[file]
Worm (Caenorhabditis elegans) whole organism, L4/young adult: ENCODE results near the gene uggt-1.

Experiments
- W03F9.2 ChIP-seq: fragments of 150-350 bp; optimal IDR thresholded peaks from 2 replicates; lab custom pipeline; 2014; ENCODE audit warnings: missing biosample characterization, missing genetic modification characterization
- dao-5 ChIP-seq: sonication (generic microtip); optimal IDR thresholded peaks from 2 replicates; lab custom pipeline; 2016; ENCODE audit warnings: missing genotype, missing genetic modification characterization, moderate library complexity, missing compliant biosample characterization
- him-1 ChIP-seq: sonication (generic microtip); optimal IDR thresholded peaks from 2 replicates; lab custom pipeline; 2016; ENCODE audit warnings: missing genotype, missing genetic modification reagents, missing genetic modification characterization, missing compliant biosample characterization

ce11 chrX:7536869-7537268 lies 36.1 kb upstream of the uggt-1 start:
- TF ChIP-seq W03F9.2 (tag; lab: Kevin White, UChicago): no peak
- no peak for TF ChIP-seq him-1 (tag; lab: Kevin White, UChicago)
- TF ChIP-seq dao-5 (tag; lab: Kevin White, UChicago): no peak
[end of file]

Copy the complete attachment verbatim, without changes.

Worm (Caenorhabditis elegans) whole organism, L4/young adult: ENCODE results near the gene uggt-1.

Experiments
- W03F9.2 ChIP-seq: fragments of 150-350 bp; optimal IDR thresholded peaks from 2 replicates; lab custom pipeline; 2014; ENCODE audit warnings: missing biosample characterization, missing genetic modification characterization
- dao-5 ChIP-seq: sonication (generic microtip); optimal IDR thresholded peaks from 2 replicates; lab custom pipeline; 2016; ENCODE audit warnings: missing genotype, missing genetic modification characterization, moderate library complexity, missing compliant biosample characterization
- him-1 ChIP-seq: sonication (generic microtip); optimal IDR thresholded peaks from 2 replicates; lab custom pipeline; 2016; ENCODE audit warnings: missing genotype, missing genetic modification reagents, missing genetic modification characterization, missing compliant biosample characterization

ce11 chrX:7536869-7537268 lies 36.1 kb upstream of the uggt-1 start:
- TF ChIP-seq W03F9.2 (tag; lab: Kevin White, UChicago): no peak
- no peak for TF ChIP-seq him-1 (tag; lab: Kevin White, UChicago)
- TF ChIP-seq dao-5 (tag; lab: Kevin White, UChicago): no peak